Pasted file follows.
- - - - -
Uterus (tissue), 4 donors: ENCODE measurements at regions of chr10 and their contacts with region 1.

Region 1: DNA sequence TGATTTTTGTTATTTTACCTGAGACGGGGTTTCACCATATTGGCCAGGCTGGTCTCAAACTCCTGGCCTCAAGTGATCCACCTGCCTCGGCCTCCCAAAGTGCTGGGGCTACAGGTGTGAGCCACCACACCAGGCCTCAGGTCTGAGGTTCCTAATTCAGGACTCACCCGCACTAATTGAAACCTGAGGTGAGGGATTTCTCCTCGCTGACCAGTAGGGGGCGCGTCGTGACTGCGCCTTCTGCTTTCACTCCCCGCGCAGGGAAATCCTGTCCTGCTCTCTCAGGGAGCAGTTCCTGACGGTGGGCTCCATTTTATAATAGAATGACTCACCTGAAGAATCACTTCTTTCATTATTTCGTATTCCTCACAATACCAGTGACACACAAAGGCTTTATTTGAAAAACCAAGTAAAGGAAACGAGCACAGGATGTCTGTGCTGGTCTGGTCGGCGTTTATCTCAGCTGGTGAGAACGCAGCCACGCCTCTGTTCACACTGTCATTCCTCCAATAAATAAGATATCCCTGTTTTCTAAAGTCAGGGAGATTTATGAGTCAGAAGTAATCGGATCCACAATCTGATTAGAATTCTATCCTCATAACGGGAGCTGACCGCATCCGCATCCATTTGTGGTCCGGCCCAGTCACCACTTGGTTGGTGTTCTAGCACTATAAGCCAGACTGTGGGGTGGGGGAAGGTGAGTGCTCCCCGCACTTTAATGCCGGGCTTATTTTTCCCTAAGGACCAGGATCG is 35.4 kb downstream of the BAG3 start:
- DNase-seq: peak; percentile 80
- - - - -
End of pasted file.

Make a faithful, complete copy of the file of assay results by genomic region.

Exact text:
Uterus (tissue), 4 donors: ENCODE measurements at regions of chr10 and their contacts with region 1.

Region 1: DNA sequence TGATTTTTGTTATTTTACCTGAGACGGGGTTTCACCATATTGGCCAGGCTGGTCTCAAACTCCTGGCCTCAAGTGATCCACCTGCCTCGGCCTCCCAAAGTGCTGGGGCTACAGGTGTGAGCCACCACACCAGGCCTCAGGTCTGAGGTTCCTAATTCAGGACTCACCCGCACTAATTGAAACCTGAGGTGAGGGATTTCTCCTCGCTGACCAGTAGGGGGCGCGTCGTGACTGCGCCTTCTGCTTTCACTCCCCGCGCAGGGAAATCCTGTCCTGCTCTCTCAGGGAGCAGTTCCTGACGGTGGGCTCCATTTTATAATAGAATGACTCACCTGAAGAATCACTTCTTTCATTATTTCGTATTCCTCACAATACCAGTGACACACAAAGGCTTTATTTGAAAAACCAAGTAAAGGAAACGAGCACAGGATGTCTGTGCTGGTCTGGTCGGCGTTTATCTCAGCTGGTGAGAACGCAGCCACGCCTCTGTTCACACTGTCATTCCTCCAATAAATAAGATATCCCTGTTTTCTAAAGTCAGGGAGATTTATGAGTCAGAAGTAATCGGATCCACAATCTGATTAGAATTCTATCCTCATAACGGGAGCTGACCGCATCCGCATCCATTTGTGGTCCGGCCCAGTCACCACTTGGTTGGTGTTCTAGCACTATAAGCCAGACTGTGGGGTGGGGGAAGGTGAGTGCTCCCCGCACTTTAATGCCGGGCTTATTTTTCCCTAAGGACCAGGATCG is 35.4 kb downstream of the BAG3 start:
- DNase-seq: peak; percentile 80